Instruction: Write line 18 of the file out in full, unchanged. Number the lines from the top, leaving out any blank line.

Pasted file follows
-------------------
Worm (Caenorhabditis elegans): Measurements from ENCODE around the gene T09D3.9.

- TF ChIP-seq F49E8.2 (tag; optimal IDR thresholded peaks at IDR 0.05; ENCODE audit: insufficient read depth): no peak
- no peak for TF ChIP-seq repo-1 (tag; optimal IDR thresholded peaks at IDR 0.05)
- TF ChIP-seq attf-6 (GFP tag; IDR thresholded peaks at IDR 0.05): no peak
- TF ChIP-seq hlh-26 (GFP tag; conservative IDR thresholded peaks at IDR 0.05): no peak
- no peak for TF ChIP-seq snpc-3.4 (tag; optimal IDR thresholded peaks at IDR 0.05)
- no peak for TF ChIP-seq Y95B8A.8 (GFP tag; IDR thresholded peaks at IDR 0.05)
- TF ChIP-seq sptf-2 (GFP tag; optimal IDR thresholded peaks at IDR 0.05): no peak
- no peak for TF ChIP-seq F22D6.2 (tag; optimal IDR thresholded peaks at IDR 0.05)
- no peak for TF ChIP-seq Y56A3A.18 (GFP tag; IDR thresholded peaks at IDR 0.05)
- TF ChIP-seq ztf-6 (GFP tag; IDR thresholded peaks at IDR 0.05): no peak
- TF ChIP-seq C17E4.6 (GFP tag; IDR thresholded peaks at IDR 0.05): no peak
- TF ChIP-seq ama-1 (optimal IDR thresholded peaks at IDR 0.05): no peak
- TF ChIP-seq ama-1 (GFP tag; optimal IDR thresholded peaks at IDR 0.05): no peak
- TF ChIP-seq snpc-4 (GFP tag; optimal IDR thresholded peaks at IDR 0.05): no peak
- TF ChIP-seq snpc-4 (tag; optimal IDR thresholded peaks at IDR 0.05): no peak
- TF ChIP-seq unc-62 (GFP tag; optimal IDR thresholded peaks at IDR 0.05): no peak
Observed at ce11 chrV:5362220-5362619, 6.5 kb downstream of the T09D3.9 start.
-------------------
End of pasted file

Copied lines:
Observed at ce11 chrV:5362220-5362619, 6.5 kb downstream of the T09D3.9 start.